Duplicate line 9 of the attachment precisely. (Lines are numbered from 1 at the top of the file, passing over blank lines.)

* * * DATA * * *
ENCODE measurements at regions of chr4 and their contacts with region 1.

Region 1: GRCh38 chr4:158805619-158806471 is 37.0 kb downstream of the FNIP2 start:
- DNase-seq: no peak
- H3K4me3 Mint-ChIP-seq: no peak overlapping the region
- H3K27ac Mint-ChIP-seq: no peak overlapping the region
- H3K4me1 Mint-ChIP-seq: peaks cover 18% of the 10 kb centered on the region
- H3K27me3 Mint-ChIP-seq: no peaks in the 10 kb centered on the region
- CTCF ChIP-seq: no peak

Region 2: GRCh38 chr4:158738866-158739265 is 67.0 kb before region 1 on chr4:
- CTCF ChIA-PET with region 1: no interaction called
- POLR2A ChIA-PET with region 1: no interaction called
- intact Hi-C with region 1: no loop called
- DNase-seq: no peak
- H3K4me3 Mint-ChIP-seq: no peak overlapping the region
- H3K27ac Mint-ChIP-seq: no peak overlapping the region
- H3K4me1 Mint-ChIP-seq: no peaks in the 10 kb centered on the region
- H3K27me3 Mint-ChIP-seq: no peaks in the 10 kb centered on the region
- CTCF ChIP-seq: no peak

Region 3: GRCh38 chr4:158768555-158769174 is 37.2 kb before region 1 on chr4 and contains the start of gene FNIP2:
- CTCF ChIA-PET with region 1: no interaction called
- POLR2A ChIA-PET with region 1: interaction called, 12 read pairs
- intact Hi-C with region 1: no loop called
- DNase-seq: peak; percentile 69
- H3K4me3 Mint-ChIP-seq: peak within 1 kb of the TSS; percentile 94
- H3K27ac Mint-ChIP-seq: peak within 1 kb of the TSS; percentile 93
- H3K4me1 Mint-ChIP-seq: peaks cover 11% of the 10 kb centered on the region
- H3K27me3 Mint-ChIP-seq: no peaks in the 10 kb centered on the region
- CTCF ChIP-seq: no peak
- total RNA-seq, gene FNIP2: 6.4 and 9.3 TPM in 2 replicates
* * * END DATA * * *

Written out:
Region 2: GRCh38 chr4:158738866-158739265 is 67.0 kb before region 1 on chr4: